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F18 Fortran compiler and runtime project is accepted as part of LLVM project (llvm.org)
141 points by ingve on Apr 11, 2019 | hide | past | favorite | 32 comments



I write code in modern Fortran 2018, making extensive use of the new language features, so this is welcome news. I use Intel Fortran Compiler 2019 at work and gfortran-8 at home.

Modern Fortran looks completely different from the old school FORTRAN77 that most people envision when thinking of Fortran. For reference, I did this past year's Advent of Code contest all in Fortran[0].

[0] https://gitlab.com/bwearley/advent-of-code-2018/tree/master


I always feel that Fortran is under-represented on the benchmarks game, so let me take the opportunity to say fyi that we are usually happy to accept better programs.

If you wish to contribute a program then please follow these instructions:

https://salsa.debian.org/benchmarksgame-team/benchmarksgame/...

https://benchmarksgame-team.pages.debian.net/benchmarksgame/...


Yep, it even supports generics, go figure (pun intended).


This is awesome! Fortran is still in use in many of the "hard" sciences. It will probably take several years, but this may mean we could consider deprecating one of the compilers we have to maintain for people.


According to TIOBE, Fortran is more popular than Google's Dart and Mozilla's Rust. Not to mention Kotlin, Lisp, and Erlang.


Fortran used to be more popular. However, TIOBE is a lacking indicator, as stated here: http://pypl.github.io/PYPL.html (do a in-page-search with "Why is PYPL so different from TIOBE ?") Some other indicators such as Redmonk ( https://redmonk.com/sogrady/2019/03/20/language-rankings-1-1... ) show that both Dart and Rust are more popular than Fortran. (Although each of them have their own set of biases.)


I think you mean lagging indicator.


While the page they link to uses "lagging", "lacking" actually seems to fit better with the context it's used in there:

The paragraph it's used in ("Why is PYPL so different from TIOBE ?") seems to argue that TIOBE is lacking, not lagging.


Any sufficiently lagging indicator is also a lacking indicator.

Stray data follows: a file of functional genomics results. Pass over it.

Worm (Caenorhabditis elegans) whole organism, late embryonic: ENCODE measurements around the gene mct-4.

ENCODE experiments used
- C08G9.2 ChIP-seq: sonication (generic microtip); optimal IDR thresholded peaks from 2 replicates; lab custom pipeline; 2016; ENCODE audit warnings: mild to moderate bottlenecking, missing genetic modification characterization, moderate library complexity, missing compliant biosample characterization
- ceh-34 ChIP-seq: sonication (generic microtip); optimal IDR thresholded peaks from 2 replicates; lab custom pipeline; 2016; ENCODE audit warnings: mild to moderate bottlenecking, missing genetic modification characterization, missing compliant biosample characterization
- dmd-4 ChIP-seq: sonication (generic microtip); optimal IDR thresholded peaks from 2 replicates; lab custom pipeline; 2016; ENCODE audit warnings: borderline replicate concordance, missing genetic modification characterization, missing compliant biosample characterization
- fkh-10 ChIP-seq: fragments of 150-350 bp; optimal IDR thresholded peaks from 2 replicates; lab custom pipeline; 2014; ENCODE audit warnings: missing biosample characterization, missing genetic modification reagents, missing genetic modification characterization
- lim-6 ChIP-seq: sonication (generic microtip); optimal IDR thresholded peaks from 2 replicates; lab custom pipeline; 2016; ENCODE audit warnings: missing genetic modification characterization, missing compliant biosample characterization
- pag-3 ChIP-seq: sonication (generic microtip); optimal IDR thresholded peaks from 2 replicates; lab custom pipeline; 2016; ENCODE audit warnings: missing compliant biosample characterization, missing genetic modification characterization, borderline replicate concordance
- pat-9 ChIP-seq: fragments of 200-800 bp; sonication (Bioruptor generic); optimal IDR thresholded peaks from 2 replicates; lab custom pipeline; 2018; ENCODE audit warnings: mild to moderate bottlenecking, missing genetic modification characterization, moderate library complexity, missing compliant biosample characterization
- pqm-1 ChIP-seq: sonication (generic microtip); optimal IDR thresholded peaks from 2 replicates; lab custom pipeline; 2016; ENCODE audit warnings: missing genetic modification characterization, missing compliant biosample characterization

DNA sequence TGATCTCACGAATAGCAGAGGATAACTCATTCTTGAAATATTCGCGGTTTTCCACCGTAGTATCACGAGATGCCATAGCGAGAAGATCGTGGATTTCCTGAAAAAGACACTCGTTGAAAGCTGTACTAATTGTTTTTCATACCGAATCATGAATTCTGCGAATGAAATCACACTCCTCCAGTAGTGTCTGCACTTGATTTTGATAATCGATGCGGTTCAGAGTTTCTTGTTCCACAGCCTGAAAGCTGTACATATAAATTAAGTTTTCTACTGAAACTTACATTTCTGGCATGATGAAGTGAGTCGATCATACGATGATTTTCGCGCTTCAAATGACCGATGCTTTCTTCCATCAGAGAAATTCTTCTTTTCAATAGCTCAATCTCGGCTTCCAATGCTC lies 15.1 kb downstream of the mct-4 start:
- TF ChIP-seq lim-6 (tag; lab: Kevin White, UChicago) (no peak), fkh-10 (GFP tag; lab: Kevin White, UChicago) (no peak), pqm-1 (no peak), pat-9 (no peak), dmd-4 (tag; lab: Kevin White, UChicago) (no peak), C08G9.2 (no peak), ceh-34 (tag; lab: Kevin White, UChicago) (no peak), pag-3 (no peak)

For those that don't know:

'The LLVM compiler infrastructure project is a "collection of modular and reusable compiler and toolchain technologies" used to develop compiler front ends and back ends.

LLVM is written in C++ and is designed for compile-time, link-time, run-time, and "idle-time" optimization of programs written in arbitrary programming languages.'[1]

[1] https://en.wikipedia.org/wiki/LLVM


Great news! Curious - are there any selfhosting Fortran compilers?


If a Fortran compiler were self-hosting, I might think twice before using it... I can't imagine implementing a parser/lexer in Fortran of all languages. Considering that loops and procedures are the main supported models of indirection/abstraction, I expect the defect rate per kLoC would be rather high.

Edit: Looks like OOP support arrived in Fortran 2003. Does anyone know how much of a difference it made?


As the very first high level language, plenty of compilers were implemented in FORTRAN during the 60's.


I'm not sure people used HLLs to write compilers at that time.


You just need to search for papers, quite a few available.

In fact, during the 60's Algol variants were already being used to write compilers and OSes.


That's true. Not only compilers, but a lot of MCP was written in Algol.


I'm sure they did. I'd even expect most compilers were written in a HLL. Note that most refers to quantity: I expect most compilers were written as an academic exercise with no real intent to be used in production. I would expect the compilers that were intended for people to use to write production code were written in assembler because at the time compiler optimizations where not very good; computers were slow and expensive; and programmers were cheap: as such it would be worth the extra cost to write your compiler in a low level language.


Fortran has evolved a lot. You can practically use any programming paradigm with it. If you chose well a subset of all its features, you can actually write quite elegant code. I have never used it for this and do not have any example, but I would not expect it to be particularly worse than any other language.